Advertisement

spaceSpace and Physicsspacephysics

Quantum Watch Made From Laser-Engorged Atoms Is New Way To Measure Time

The peculiar quantum phenomenon allows measuring a time interval in a different way from regular clocks.

author

Dr. Alfredo Carpineti

Senior Staff Writer & Space Correspondent

clockNov 7 2022, 11:00 UTC
clock faces are meltes int a turbulent stream to represent the quantum world
Quantum watch is measuring time unlike our regular watches. Image Credit: Quality Stock Arts/Shutterstock.com

Researchers have developed a quantum watch: a quantum system that has a unique way to measure time. It doesn’t need a reference time or a repeating pattern to provide a measurement of the elapsed time – and they weren’t even looking to demonstrate such a timepiece.

The easiest analogy to understand how it works would be to consider it similar to a ruler or a tape measure. In a regular watch, the time markers are down to a beat, whether mechanical or electronic, which corresponds to the smallest unit of time that the device can measure. The accumulation of its repetition gives you timing. On a ruler, every distance is written out. Your ruler is not counting how many millimeters have ever been between this point and that point. You don’t have to go and look where it started.

Advertisement

The quantum watch is like that. The time of an event doesn’t depend on a specific beat but on the evolution of a quantum system made of Rydberg atoms. This is measured by laser pulses. These atoms are a special type of excited state where electrons occupy orbitals that are much further away from the nucleus than usual. They can be used to create molecular bonds that are longer than some bacteria, and they have numerous technical applications.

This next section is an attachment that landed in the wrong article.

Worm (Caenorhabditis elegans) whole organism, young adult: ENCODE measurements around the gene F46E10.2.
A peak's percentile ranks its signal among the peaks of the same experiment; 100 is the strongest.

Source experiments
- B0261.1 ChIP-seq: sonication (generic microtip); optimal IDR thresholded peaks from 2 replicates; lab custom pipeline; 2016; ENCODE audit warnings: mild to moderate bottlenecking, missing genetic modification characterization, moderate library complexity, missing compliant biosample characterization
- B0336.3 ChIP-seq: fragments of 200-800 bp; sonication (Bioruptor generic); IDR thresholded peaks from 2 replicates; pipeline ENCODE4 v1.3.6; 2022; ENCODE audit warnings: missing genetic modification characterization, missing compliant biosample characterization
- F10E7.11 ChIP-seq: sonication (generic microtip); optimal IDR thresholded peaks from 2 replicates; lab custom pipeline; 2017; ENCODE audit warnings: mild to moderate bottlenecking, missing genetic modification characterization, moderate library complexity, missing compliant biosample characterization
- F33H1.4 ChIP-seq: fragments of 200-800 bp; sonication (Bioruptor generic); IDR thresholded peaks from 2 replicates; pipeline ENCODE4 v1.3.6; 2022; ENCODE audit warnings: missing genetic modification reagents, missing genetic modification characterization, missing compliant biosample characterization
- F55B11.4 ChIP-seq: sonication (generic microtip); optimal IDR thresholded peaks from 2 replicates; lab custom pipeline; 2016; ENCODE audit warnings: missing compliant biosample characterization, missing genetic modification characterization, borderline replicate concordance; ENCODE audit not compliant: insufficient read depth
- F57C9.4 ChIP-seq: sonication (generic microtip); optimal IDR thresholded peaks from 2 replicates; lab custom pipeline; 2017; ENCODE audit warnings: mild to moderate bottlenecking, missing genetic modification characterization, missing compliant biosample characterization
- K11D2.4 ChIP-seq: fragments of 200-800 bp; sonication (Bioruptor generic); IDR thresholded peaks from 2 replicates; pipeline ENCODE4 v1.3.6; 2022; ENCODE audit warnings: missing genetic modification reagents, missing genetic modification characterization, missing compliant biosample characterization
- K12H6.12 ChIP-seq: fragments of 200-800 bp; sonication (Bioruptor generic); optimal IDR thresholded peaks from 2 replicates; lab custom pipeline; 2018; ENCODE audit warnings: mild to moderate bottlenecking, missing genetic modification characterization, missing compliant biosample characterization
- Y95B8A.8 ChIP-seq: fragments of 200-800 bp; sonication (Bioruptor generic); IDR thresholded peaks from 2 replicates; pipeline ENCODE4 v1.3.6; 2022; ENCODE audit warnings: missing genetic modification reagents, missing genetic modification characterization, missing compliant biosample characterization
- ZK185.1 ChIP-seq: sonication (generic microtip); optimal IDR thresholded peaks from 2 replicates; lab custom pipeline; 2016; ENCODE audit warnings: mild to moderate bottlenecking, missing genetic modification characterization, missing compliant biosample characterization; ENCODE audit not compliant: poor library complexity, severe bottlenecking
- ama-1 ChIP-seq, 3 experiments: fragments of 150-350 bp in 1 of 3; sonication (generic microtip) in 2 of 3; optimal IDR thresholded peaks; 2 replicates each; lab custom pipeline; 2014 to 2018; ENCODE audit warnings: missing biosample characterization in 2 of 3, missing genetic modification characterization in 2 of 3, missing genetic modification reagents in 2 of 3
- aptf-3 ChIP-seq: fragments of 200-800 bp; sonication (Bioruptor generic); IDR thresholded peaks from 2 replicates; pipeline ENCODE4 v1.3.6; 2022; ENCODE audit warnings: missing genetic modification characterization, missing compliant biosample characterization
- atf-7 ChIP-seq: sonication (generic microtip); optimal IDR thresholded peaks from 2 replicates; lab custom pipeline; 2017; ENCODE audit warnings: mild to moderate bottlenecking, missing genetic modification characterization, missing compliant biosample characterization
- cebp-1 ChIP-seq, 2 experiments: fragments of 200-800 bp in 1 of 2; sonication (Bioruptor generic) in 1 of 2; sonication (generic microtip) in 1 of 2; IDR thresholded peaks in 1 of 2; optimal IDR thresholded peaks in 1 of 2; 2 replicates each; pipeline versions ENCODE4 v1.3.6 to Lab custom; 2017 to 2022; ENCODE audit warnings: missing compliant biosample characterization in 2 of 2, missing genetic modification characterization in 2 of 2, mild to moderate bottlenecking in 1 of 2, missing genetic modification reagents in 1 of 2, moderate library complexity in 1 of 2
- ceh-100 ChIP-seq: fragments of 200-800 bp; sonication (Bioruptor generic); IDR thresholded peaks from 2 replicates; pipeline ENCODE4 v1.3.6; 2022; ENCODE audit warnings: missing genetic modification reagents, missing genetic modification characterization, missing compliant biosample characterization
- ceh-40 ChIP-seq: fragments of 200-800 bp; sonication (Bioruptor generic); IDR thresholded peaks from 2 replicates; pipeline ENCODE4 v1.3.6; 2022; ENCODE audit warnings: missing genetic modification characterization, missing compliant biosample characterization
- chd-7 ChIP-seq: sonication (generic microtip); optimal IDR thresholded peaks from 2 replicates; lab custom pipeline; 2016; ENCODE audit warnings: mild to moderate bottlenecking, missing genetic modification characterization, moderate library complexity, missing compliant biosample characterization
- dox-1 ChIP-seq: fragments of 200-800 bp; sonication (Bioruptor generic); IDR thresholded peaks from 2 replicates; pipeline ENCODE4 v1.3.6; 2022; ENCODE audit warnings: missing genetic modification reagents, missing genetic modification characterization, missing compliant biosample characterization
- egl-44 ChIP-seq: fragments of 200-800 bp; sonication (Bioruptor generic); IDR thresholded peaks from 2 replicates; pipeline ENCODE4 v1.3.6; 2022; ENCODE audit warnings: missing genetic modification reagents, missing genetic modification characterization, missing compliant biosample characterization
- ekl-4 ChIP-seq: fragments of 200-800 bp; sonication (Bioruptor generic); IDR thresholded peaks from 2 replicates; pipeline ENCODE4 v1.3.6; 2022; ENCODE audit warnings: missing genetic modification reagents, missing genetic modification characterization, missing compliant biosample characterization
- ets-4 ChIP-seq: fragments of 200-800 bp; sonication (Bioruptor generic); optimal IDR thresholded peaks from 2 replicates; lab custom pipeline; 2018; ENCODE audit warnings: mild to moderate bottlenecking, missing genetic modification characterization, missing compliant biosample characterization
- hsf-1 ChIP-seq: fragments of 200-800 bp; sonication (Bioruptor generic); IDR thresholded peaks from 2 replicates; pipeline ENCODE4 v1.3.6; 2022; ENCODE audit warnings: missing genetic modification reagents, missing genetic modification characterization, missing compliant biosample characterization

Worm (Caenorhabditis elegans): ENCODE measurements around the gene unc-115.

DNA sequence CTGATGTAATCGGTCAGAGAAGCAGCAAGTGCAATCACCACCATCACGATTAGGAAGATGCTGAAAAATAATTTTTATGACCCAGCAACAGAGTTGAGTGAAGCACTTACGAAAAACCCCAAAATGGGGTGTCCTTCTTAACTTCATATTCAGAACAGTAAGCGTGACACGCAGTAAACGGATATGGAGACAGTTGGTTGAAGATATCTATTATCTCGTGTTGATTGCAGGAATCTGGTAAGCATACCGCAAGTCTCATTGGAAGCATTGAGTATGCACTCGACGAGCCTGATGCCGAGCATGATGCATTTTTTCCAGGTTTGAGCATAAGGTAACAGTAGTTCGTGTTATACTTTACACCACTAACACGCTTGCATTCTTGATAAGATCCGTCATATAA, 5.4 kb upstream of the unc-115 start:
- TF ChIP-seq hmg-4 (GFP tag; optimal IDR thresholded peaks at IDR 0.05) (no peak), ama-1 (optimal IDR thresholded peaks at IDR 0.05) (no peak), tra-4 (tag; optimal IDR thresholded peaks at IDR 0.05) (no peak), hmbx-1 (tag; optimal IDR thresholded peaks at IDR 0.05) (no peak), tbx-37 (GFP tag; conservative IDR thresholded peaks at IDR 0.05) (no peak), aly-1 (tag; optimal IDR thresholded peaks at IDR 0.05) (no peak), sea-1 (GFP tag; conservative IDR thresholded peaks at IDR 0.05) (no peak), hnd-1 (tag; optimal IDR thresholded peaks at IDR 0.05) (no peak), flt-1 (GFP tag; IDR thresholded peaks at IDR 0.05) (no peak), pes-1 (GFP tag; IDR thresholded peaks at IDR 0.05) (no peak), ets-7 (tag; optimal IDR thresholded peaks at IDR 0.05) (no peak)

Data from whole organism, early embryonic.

The quantum watch works because it can tell how long this Rydberg state in helium atoms has lived. The state is brief for human timings – but compared to the very short intervals of time in which quantum mechanical processes happen, it would be like comparing one second to tens of millions of years.

“This is just a new way of observing time. It’s not going to beat optical atomic clocks, it is just a new way of detecting time,” co-author Johan Söderström, from Uppsala University, told IFLScience.

Advertisement

Lead author Marta Berholts, from Tartu University, conducted a lot of the data collection during the pandemic lockdowns. Having just moved to Uppsala University, and not knowing people in the country, she had lots of time to work on the experiment. The experiment itself was not about finding a quantum watch, and the team has more results to publish about the work.

“We didn’t think of the possibility that we would use it as a watch,” Söderström told IFLScience. “That is something that came out after we looked at the data with some fairly simple theoretical modeling. [The quantum watch] turned out to be surprisingly exact.”

The team has not considered if there are realistic applications for the quantum watch. Rydberg states are useful in quantum computers so there might be intriguing applications there for somebody to find.

Advertisement

The work is published in Physical Review Research


spaceSpace and Physicsspacephysics
  • tag
  • atoms,

  • lasers,

  • physics,

  • time,

  • quantum watch,

  • rydberg atom